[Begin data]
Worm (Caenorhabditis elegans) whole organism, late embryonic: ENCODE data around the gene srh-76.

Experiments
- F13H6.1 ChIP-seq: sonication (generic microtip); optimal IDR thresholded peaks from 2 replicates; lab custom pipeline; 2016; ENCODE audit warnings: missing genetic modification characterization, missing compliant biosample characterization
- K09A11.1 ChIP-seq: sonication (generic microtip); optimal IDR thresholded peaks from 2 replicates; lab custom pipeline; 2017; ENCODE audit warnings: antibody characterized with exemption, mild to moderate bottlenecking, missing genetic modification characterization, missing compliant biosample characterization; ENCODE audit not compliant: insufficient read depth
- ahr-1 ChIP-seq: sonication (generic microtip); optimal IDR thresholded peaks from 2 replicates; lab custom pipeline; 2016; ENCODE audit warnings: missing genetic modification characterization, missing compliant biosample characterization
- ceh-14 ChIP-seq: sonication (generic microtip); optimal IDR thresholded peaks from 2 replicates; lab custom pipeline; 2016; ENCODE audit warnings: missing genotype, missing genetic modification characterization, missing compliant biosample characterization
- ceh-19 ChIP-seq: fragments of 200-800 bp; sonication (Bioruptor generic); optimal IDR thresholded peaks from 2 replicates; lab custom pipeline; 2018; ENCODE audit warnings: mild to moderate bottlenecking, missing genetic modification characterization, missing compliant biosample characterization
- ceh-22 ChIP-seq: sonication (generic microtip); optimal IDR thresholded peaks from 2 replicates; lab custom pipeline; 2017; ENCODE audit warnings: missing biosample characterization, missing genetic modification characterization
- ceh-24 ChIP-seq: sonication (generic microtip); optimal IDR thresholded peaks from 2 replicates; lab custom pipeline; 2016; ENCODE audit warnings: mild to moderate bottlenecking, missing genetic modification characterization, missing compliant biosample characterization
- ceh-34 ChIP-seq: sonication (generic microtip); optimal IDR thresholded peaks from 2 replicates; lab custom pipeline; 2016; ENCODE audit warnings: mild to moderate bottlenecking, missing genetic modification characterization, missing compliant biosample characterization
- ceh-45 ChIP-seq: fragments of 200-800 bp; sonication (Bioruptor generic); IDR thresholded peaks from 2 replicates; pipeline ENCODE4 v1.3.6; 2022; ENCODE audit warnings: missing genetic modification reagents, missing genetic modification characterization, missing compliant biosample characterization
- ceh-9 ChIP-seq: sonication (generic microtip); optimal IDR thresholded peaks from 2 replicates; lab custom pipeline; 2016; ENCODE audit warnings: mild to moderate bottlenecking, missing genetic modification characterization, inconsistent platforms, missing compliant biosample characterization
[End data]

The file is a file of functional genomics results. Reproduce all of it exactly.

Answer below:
Worm (Caenorhabditis elegans) whole organism, late embryonic: ENCODE data around the gene srh-76.

Experiments
- F13H6.1 ChIP-seq: sonication (generic microtip); optimal IDR thresholded peaks from 2 replicates; lab custom pipeline; 2016; ENCODE audit warnings: missing genetic modification characterization, missing compliant biosample characterization
- K09A11.1 ChIP-seq: sonication (generic microtip); optimal IDR thresholded peaks from 2 replicates; lab custom pipeline; 2017; ENCODE audit warnings: antibody characterized with exemption, mild to moderate bottlenecking, missing genetic modification characterization, missing compliant biosample characterization; ENCODE audit not compliant: insufficient read depth
- ahr-1 ChIP-seq: sonication (generic microtip); optimal IDR thresholded peaks from 2 replicates; lab custom pipeline; 2016; ENCODE audit warnings: missing genetic modification characterization, missing compliant biosample characterization
- ceh-14 ChIP-seq: sonication (generic microtip); optimal IDR thresholded peaks from 2 replicates; lab custom pipeline; 2016; ENCODE audit warnings: missing genotype, missing genetic modification characterization, missing compliant biosample characterization
- ceh-19 ChIP-seq: fragments of 200-800 bp; sonication (Bioruptor generic); optimal IDR thresholded peaks from 2 replicates; lab custom pipeline; 2018; ENCODE audit warnings: mild to moderate bottlenecking, missing genetic modification characterization, missing compliant biosample characterization
- ceh-22 ChIP-seq: sonication (generic microtip); optimal IDR thresholded peaks from 2 replicates; lab custom pipeline; 2017; ENCODE audit warnings: missing biosample characterization, missing genetic modification characterization
- ceh-24 ChIP-seq: sonication (generic microtip); optimal IDR thresholded peaks from 2 replicates; lab custom pipeline; 2016; ENCODE audit warnings: mild to moderate bottlenecking, missing genetic modification characterization, missing compliant biosample characterization
- ceh-34 ChIP-seq: sonication (generic microtip); optimal IDR thresholded peaks from 2 replicates; lab custom pipeline; 2016; ENCODE audit warnings: mild to moderate bottlenecking, missing genetic modification characterization, missing compliant biosample characterization
- ceh-45 ChIP-seq: fragments of 200-800 bp; sonication (Bioruptor generic); IDR thresholded peaks from 2 replicates; pipeline ENCODE4 v1.3.6; 2022; ENCODE audit warnings: missing genetic modification reagents, missing genetic modification characterization, missing compliant biosample characterization
- ceh-9 ChIP-seq: sonication (generic microtip); optimal IDR thresholded peaks from 2 replicates; lab custom pipeline; 2016; ENCODE audit warnings: mild to moderate bottlenecking, missing genetic modification characterization, inconsistent platforms, missing compliant biosample characterization